It is noteworthy that the mean birthweights are relatively stable over time, with a maximum variation over a decade of 13 g for male infants, and 6 g for female infants, in spite of changes in maternal characteristics associated with birthweight.9 This apparent contradiction can be explained by the fact that the mean birthweights are not adjusted for gestational age. For example, while rates of smoking during pregnancy have decreased, there has been a reduction in gestational age (with preterm births increasing from 6.8% of all births in 199120 to 7.4% in 20077). Hence, the expected increase in average birthweight as a result of reduced maternal smoking may have been offset by decreased birthweights from preterm births. It is difficult to assess how other changes in maternal characteristics act together to explain the stability in mean birthweights, highlighting the need for birthweight percentiles to be presented separately by sex and gestational age.

In contrast to the birthweight percentiles published using 1991–1994 calendar year data,5 we calculated percentiles for all singleton births in Australia. Therefore, our percentiles may not be directly comparable with the earlier percentiles derived from non-Indigenous singleton births to Australian-born mothers.

Customised birthweight percentiles have been recommended,21 but their usefulness has been debated.22 There are two recognised features of customised percentiles: first, they use regression-based coefficients adjusted for maternal factors; and, second, they use estimated fetal weight. It is primarily the estimate of fetal weight that contributes to improved prediction of adverse perinatal outcomes, rather than adjustment for maternal characteristics.22 However, fetal (in-utero) weights are not routinely assessed in current practice. Furthermore, the proposition that identifying small for gestational age from customised percentiles, rather than from population reference curves, better predicts adverse outcomes is based on inconsistent evidence.23,24 A simulation study demonstrated that the use of customised percentiles did not improve the identification of infants with intrauterine growth restriction, and concluded that, for the customisation to be useful, the factors used in the customisation model would need to explain an unrealistically high amount of variability in actual birthweight.22 Whether differing points of view and fine areas of disagreement on customised and conventional birthweight percentiles for gestational age have important practical research or clinical implications is questionable.25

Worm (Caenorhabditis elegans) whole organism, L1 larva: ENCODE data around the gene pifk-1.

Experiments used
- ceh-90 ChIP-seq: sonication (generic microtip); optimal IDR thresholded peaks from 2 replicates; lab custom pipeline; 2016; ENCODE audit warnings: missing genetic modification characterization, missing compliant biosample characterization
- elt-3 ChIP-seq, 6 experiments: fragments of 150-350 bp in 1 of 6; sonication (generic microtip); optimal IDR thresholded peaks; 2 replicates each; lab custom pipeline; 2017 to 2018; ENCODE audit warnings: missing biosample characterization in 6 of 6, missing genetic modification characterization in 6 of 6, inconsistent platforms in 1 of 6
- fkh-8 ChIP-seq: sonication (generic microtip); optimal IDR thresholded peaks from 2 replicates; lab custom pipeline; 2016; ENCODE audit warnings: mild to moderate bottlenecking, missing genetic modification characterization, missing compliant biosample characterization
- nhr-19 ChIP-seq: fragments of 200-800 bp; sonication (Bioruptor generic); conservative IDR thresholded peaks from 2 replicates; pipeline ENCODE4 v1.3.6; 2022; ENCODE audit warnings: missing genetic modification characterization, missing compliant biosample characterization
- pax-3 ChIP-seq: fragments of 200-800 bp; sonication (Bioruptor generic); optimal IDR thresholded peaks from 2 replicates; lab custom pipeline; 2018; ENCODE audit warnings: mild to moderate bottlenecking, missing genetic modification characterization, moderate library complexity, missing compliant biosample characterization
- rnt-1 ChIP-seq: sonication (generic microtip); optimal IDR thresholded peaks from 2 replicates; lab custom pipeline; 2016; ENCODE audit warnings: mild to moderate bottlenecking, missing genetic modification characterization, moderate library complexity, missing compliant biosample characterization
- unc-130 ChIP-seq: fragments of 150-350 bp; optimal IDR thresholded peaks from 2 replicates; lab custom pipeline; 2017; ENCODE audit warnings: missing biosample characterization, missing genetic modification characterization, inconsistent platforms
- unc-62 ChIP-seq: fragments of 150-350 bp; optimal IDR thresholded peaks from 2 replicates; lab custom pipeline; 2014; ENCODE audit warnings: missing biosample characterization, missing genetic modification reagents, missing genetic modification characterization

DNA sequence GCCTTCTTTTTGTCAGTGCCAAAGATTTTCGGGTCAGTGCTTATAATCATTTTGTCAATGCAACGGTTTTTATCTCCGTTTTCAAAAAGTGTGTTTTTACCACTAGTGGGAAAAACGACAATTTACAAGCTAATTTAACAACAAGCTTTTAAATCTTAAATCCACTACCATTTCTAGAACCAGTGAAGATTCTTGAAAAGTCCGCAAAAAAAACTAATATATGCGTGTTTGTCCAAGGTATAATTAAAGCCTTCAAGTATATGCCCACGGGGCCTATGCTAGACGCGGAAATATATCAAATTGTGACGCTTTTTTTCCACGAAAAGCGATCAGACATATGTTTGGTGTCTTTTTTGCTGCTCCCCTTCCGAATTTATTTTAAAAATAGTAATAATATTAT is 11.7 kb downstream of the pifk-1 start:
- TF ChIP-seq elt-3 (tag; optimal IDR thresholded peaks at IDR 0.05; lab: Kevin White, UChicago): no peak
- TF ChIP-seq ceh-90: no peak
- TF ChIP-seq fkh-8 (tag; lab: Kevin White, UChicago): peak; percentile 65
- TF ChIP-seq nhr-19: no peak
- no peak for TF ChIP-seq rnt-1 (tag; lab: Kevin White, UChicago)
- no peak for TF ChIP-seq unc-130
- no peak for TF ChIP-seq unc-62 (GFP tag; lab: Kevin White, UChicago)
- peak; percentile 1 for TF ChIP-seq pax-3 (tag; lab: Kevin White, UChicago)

Australian birthweight percentiles continue to be used in clinical practice and research.15 The percentiles presented here have a role as a basis for identifying high-risk babies and are recognisable, practical and easily incorporated into charts and presentations. These percentiles provide an up-to-date reference for clinicians and researchers.

1 Maternal and infant characteristics — all live singleton births, Australia, 1998–2007

Characteristic

Number (%)


Total

2539 237

Sex of infant


Male

1305 356 (51.4%)

Female

1233 284 (48.6%)

Indeterminate

146

Not stated

451

Birthweight (g)


< 1500

19693 (0.8%)

1500–2499

102259 (4.0%)

2500–4499

2368 899 (93.3%)

= 4500

47672 (1.9%)

Not stated

714 (< 0.1%)

Gestational age (weeks)


20–31

22911 (0.9%)

32–36

126701 (5.0%)

37–41

2349 889 (92.5%)

42–44

39340 (1.5%)

> 44

12 (< 0.1%)

Not stated

384 (< 0.1%)